1. Watts in a Wave Five miles off the shore of Scotland sits a 450-foot-long metal snake called “Pelamis.” Its purpose: to capture the power of waves. You know, the waves, bro. Built by a Portuguese energy company, Pelamis is robust enough to bear 60-foot waves and can generate 450 kilowatts of electricity via a sea-to-shore cable. Installed worldwide, Pelamis could one day contribute to an ocean-based power grid that would supply 13 percent of our wattage.
2. Leaded, Unleaded, or Aged 13 Years With a Hint of Wood Smoke? Biobutanol is a gasoline alternative made from whey lactose, a byproduct of cheese manufacturing that is processed into fuel using “scalable ButylizerT biorefineries.” Produced in facilities around the world by ChemLac, Inc., a subsidiary of Environmental Energy, Inc., Biobutanol is “chemically indistinguishable” from the petrochemical kind.
3. A Thousand Points of Rodent-Light Skippy the hamster powers a night-light running on his exercise wheel, a low-rpm alternator outfitted with magnets. “Though it’s hard for the hamster to make higher voltages with his low-rpm wheel, he has torque to spare,” say the reinventors of the hamster wheel at Otherpower.com. “Two LEDs are barely taxing him.”
4. OPEC Can Kiss My Liposuctioned Ass New Zealand adventurer Peter Bethune is president and CEO of a biofuels-only speedboat race called Earthrace, and he’s developed a process that uses human fat collected via liposuction to power his own vessel. Bethune’s own lean love handles produced only 100 milliliters of fuel, so he is looking for a well-fed crew to donate their thigh, belly or bum blubber to the cause.
5. Eat Fast Food! Pennsylvania Needs the Heat Any old heater will burn any old oil, as Frank Palmarino of Drexel Hill, Pennsylvania, knows. He warmed his house this winter with an oil heater fueled by waste grease collected from fast-food restaurants and run through an odor neutralization process.
“I think it’s great,” said Palmarino to The Philadelphia Inquirer. “I’d like to see more people use it.”
6. Say VAWT? Terra Moya Aqua, Inc., of Cheyenne, Wyoming, claims to have developed a vertical-axis wind turbine (VAWT) that uses airfoils like airplane wings around the turbine’s curvy, vertically mounted blades. More efficient than your average big-propeller-on-a-tower turbine, Terra Moya’s VAWT appears to the avian population as a solid tower, so even the dumbest of birds navigates around it.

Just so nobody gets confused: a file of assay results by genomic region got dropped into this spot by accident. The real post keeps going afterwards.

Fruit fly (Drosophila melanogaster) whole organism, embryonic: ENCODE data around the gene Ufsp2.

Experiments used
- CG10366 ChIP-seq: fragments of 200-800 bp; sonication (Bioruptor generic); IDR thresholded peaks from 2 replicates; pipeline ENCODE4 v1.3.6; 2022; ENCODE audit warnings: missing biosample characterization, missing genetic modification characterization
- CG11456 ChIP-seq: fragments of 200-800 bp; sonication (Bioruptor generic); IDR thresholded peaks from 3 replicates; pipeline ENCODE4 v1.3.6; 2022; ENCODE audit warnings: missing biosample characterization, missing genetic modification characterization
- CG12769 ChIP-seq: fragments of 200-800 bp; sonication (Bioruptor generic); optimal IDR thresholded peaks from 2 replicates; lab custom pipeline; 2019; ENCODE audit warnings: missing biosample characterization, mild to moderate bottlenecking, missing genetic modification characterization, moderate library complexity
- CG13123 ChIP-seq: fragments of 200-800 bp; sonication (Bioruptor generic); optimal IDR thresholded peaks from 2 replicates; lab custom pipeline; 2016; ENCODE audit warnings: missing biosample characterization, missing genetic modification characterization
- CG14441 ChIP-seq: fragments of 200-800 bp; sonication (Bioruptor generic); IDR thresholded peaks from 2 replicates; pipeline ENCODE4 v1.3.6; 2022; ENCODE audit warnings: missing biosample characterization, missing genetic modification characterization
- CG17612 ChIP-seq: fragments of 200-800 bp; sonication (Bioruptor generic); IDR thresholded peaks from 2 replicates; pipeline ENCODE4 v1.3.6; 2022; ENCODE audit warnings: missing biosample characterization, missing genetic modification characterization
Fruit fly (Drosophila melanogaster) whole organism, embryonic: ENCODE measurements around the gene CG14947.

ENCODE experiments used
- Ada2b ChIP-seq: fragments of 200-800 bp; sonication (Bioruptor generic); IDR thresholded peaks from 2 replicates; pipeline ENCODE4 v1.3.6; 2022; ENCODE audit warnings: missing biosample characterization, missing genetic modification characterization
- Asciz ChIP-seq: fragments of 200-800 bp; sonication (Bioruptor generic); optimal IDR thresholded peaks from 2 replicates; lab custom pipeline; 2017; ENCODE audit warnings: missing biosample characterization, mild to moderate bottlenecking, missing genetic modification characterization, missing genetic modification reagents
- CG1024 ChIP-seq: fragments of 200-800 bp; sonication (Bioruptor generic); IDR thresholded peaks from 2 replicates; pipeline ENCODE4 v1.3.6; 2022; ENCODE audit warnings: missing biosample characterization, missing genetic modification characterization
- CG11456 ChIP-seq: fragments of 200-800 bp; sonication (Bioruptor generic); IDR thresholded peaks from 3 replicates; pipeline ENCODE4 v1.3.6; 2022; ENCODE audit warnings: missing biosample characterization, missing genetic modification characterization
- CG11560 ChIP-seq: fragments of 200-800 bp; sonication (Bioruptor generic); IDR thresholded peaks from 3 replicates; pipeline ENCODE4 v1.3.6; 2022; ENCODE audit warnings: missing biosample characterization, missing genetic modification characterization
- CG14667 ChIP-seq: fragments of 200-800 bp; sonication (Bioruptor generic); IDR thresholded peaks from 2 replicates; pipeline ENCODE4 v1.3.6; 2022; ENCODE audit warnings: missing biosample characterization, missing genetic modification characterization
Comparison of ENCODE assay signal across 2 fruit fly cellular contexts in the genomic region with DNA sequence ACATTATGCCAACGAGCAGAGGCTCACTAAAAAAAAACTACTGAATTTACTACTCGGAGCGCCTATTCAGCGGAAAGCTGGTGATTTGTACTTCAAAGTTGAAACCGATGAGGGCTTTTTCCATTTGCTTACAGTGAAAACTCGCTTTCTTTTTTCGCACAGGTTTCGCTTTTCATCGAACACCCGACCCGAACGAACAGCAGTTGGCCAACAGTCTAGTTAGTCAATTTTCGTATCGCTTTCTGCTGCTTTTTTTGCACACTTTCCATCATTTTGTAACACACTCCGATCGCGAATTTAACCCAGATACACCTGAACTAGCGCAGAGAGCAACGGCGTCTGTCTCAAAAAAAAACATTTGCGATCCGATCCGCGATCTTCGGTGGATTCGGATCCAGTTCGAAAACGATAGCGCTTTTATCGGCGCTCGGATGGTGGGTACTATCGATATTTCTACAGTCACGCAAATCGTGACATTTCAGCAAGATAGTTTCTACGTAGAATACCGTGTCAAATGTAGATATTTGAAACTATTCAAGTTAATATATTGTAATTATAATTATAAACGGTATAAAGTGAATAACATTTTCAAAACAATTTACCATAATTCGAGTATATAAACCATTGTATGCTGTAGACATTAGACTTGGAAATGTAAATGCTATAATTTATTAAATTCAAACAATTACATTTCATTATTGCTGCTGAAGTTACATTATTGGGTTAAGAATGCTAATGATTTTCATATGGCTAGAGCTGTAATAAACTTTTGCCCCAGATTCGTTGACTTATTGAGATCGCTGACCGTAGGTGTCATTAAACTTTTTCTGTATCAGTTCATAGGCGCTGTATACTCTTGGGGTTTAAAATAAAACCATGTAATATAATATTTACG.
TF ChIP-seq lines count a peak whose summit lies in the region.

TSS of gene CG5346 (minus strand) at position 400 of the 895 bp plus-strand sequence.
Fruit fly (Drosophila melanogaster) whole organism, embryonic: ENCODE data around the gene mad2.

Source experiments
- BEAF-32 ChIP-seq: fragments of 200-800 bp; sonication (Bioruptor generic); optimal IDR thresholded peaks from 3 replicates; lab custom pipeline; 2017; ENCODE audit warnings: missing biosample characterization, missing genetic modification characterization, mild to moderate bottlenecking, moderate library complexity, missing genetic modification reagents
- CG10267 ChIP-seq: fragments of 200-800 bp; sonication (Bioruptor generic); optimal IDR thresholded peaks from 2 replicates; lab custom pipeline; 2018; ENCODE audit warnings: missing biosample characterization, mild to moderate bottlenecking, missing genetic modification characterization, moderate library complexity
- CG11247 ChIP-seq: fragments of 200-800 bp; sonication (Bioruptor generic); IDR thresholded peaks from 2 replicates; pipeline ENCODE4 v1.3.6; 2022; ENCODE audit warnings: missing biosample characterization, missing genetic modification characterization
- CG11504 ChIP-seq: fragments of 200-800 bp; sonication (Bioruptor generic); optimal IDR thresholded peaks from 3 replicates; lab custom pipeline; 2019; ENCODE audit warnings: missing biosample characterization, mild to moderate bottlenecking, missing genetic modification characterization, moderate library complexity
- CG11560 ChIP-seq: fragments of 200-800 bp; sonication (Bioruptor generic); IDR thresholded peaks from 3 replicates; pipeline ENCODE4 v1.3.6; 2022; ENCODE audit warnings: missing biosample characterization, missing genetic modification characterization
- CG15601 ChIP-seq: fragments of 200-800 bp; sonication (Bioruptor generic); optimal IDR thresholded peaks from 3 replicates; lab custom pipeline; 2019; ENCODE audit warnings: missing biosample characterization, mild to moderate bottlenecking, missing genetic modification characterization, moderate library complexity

7. Bean and Tea The old Indian and Buffalo Model: Don’t let anything go to waste. Coca-Cola’s factory in central Japan features a $3.9 million “eKOsystem” that uses captured methane from waste coffee grounds and tea leaves to heat and power its factory.
8. Help Me, Obi-Wan Louis Giersch’s Solar Death Ray is an array of 112 square three-and-a-half-inch mirrors mounted on a six-by-four-foot frame at angles carefully calculated to concentrate
the power of the sun. Properly applied, the Death Ray can heat objects to over 500 degrees Celsius with 1,000 watts of power. After a slow start due to a foggy Seattle winter, the Solar Death Ray went online in early 2005, and from January to December, Giersch fried 43 objects, including a shoe, a computer mouse, a honey bear, an N64 game cartridge and a bra (“I consider myself a feminist,” Giersch said on his Web site). Now in its experimental destructive phase, Giersch’s technology could also be put to benevolent use. Turn the Death Ray on some water to create some steam, turn a turbine — and voilà, you’ve got yourself a Life Ray.